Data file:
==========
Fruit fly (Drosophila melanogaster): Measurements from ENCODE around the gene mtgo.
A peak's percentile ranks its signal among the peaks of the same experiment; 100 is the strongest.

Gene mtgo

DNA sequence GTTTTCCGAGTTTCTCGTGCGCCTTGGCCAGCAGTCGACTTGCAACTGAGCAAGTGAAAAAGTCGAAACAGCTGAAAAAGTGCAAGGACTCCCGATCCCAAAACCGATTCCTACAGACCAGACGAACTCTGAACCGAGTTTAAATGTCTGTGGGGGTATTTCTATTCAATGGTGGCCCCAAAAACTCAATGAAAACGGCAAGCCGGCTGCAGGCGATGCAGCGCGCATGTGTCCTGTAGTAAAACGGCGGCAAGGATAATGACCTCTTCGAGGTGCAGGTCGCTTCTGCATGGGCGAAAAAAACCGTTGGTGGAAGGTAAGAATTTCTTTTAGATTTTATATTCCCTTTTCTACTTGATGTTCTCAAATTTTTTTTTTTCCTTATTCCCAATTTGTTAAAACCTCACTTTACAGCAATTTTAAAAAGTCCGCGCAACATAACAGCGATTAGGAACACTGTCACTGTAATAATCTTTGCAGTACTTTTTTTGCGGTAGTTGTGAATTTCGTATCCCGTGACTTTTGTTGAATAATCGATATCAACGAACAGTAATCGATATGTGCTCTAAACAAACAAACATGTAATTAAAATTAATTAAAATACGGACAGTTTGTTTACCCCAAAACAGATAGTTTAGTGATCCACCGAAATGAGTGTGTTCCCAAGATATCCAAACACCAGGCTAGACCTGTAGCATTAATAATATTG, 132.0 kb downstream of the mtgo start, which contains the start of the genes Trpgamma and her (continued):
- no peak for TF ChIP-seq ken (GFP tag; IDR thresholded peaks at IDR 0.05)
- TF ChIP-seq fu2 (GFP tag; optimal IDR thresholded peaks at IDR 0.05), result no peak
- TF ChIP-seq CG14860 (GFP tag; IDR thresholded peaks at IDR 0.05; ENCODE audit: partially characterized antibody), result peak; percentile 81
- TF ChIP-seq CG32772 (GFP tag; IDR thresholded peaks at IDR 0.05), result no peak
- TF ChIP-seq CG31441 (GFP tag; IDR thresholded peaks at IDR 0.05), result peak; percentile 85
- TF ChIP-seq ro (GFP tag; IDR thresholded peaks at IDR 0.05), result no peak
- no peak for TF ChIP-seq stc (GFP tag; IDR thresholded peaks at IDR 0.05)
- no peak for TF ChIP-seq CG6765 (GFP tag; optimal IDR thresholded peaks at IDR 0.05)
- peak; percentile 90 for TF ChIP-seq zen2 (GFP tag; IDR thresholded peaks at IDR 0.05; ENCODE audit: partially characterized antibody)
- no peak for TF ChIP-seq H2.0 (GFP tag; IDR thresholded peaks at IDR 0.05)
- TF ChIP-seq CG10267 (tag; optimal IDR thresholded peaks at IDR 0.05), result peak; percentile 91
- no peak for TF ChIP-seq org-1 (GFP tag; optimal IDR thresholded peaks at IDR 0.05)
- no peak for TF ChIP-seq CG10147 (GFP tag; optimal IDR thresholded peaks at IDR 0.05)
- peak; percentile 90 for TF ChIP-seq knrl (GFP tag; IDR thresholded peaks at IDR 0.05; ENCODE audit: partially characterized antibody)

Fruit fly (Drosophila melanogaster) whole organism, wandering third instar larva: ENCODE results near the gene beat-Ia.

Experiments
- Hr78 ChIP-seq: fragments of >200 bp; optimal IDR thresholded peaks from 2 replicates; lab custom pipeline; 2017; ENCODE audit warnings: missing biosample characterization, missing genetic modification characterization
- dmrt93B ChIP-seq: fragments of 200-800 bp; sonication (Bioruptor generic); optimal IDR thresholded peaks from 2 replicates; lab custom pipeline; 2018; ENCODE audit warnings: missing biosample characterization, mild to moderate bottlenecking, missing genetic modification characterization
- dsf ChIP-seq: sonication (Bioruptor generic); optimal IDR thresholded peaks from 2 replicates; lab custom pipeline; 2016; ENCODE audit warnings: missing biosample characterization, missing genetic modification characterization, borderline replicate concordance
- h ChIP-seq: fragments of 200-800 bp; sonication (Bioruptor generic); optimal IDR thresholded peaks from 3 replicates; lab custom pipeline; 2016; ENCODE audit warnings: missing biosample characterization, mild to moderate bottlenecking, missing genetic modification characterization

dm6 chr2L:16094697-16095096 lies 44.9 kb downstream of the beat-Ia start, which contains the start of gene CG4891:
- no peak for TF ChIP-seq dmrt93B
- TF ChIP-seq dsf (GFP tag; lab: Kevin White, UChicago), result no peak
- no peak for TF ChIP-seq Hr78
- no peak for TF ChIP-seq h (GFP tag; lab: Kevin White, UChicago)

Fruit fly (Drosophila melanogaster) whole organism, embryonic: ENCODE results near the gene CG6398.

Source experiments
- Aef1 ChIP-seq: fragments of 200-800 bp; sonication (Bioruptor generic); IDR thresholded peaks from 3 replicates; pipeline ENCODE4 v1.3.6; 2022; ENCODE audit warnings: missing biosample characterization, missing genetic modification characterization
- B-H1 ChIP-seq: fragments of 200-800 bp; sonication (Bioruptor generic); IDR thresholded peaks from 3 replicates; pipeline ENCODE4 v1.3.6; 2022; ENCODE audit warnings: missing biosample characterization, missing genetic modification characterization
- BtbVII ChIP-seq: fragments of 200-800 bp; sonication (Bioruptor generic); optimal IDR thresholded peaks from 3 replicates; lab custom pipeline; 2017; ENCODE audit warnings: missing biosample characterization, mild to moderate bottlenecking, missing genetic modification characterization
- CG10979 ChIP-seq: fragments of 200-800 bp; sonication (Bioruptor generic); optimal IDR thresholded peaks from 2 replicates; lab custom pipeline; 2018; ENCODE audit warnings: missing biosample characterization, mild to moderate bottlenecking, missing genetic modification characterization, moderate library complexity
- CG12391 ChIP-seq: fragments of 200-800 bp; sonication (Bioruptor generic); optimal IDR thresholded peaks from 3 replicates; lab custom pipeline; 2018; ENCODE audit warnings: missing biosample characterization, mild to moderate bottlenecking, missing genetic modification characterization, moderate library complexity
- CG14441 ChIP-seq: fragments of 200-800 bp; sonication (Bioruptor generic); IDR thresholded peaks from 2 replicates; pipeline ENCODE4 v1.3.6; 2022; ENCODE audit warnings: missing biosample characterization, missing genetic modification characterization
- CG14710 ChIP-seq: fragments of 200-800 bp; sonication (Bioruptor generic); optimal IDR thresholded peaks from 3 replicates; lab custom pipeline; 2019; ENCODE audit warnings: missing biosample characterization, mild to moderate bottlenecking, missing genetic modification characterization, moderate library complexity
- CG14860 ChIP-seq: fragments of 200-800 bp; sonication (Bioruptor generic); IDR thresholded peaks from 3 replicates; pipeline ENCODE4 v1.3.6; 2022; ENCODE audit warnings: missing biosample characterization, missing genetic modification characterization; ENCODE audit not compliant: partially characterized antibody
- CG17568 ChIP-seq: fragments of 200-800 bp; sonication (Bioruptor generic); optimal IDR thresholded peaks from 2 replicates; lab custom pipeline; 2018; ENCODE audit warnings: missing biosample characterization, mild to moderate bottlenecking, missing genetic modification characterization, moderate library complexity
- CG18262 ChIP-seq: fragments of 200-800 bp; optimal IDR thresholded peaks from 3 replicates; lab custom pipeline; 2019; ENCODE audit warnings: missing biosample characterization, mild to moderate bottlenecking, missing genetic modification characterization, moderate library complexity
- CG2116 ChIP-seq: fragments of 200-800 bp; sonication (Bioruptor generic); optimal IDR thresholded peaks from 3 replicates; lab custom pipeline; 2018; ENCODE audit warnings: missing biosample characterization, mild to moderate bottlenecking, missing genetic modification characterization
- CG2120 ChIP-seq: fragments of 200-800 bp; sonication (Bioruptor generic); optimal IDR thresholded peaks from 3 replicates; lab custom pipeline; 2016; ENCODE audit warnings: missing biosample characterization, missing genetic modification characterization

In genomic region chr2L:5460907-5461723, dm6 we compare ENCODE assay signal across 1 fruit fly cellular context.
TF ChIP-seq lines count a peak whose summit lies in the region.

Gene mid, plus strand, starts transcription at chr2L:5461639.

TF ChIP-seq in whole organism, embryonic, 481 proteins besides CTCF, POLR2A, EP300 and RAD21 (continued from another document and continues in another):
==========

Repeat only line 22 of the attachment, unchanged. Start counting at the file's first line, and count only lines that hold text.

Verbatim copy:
- dmrt93B ChIP-seq: fragments of 200-800 bp; sonication (Bioruptor generic); optimal IDR thresholded peaks from 2 replicates; lab custom pipeline; 2018; ENCODE audit warnings: missing biosample characterization, mild to moderate bottlenecking, missing genetic modification characterization